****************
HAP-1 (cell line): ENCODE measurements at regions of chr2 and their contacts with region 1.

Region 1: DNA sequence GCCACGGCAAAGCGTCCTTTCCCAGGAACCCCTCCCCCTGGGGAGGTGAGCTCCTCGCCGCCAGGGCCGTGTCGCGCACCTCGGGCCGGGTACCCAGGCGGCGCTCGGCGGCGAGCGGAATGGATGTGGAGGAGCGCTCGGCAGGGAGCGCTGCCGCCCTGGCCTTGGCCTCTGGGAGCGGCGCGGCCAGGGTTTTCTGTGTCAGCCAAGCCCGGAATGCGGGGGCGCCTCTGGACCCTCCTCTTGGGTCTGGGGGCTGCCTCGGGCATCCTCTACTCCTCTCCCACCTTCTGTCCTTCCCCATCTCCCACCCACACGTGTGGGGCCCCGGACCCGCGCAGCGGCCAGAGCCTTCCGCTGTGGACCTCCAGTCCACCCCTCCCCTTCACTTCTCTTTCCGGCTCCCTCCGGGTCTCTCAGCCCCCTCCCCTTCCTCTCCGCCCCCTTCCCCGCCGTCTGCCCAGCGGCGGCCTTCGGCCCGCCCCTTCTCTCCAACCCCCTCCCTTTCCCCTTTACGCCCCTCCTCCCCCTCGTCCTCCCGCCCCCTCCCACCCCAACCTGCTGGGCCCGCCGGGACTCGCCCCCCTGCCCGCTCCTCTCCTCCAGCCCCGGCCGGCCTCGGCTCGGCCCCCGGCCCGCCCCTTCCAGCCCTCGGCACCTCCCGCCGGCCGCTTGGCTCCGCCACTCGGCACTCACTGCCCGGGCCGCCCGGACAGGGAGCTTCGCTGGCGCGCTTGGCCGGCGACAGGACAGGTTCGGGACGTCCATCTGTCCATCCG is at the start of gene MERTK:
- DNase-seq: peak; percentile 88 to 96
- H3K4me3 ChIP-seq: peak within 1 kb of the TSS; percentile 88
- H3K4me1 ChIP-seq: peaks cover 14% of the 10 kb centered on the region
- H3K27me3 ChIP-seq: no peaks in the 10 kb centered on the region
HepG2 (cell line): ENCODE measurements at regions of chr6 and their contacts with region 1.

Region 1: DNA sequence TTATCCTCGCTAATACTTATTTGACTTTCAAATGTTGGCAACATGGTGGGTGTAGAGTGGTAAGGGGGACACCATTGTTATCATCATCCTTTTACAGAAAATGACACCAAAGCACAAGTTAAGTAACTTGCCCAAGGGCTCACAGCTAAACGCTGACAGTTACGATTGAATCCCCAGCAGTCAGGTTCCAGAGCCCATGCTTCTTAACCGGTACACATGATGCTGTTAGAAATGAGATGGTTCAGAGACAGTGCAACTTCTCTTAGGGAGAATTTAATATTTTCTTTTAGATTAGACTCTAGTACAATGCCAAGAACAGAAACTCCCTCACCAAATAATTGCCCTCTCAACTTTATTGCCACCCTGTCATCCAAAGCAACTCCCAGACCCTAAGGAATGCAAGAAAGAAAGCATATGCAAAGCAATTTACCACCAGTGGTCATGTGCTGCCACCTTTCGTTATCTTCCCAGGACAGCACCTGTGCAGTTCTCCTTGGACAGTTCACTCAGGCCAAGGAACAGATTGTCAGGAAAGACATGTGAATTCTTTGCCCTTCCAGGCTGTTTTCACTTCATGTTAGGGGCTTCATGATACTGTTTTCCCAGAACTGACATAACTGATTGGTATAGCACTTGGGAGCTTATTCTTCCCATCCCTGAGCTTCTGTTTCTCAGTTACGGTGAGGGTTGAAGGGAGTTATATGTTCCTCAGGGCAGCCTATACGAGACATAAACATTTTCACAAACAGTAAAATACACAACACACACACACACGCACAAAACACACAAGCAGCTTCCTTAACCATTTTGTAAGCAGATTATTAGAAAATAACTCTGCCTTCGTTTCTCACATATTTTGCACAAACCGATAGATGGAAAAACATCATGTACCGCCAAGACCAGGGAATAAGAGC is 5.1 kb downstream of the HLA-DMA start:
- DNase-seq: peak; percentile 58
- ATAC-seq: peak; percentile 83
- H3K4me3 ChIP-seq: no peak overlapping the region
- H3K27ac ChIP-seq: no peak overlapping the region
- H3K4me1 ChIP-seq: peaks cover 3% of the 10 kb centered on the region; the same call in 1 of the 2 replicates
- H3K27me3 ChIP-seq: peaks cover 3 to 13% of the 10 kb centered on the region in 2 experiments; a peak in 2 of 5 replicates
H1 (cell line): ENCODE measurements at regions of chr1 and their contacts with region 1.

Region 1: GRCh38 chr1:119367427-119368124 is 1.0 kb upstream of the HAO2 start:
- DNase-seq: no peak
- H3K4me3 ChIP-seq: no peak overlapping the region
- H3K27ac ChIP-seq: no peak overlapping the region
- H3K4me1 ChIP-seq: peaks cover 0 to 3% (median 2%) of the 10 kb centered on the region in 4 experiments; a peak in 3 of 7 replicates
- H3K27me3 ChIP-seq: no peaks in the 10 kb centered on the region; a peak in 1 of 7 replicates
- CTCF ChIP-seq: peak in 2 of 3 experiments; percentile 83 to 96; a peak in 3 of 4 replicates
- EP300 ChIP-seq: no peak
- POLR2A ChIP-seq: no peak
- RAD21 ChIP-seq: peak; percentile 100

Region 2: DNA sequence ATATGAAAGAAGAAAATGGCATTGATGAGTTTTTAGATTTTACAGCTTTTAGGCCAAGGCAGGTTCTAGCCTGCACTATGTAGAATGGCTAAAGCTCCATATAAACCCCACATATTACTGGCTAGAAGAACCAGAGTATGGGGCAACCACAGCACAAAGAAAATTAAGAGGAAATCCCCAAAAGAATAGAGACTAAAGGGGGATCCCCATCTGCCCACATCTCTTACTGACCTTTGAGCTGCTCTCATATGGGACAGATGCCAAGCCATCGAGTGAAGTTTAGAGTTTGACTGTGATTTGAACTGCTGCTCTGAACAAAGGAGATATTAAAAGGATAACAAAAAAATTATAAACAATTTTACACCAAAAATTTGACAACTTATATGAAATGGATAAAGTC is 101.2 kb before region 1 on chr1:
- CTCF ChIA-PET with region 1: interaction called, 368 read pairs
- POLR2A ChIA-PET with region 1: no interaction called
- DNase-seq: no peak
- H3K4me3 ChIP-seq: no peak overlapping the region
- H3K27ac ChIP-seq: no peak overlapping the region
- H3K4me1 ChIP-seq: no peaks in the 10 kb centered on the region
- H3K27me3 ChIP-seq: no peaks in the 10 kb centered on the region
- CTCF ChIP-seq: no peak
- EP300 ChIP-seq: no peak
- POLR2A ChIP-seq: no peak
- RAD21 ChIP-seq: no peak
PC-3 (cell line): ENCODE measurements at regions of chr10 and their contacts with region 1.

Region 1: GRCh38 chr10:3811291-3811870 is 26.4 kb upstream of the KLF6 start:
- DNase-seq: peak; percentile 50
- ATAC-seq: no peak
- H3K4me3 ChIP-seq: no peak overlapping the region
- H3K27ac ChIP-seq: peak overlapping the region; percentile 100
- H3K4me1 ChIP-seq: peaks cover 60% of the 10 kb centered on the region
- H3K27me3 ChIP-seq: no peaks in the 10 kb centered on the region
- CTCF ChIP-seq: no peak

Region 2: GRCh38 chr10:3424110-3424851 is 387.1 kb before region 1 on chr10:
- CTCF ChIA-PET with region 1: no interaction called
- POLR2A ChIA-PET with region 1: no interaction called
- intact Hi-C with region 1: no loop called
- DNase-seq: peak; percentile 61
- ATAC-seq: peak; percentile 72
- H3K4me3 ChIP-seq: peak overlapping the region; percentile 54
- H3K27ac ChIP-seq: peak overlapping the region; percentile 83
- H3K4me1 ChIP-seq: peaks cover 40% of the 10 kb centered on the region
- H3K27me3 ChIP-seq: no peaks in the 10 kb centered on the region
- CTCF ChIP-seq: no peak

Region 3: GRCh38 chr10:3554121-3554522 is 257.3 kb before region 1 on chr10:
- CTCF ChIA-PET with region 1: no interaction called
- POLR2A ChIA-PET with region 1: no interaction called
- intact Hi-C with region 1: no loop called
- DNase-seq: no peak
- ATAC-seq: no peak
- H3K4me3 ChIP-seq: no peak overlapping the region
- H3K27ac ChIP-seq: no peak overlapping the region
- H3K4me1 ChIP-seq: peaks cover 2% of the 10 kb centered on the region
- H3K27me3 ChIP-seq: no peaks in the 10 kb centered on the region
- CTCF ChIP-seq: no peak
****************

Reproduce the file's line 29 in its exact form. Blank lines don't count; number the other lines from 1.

- DNase-seq: no peak